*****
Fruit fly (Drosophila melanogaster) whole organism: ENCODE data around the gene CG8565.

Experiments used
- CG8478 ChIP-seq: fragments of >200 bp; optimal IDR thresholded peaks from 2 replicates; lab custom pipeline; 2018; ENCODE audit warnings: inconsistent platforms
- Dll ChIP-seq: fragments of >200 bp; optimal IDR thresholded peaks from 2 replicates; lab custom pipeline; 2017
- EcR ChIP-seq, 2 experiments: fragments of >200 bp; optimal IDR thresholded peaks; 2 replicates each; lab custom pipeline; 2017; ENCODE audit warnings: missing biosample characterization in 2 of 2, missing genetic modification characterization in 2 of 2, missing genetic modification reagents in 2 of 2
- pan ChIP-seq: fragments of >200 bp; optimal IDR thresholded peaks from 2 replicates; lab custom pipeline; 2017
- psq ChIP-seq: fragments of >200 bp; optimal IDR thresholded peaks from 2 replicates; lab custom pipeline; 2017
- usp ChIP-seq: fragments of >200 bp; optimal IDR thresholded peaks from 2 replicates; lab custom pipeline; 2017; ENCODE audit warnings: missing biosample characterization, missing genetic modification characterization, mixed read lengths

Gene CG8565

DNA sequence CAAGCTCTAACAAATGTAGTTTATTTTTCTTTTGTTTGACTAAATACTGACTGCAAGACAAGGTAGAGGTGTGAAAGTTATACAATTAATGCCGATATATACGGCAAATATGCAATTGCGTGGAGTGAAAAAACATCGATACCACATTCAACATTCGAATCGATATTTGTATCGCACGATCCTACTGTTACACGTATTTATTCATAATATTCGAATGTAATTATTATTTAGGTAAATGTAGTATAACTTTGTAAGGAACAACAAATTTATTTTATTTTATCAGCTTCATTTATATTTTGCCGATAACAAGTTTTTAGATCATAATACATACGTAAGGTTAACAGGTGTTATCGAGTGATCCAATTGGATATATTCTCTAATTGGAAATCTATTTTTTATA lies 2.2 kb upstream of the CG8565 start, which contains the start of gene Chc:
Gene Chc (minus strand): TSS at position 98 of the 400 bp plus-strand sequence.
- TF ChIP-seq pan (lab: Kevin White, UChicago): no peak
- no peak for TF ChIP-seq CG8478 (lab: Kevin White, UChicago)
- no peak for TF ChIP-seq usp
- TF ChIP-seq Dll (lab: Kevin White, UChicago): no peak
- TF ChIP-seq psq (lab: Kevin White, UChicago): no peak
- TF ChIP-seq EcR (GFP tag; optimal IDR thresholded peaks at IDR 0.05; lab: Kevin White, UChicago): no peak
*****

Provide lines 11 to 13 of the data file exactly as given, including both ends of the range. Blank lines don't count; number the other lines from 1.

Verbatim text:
Gene Chc (minus strand): TSS at position 98 of the 400 bp plus-strand sequence.
- TF ChIP-seq pan (lab: Kevin White, UChicago): no peak
- no peak for TF ChIP-seq CG8478 (lab: Kevin White, UChicago)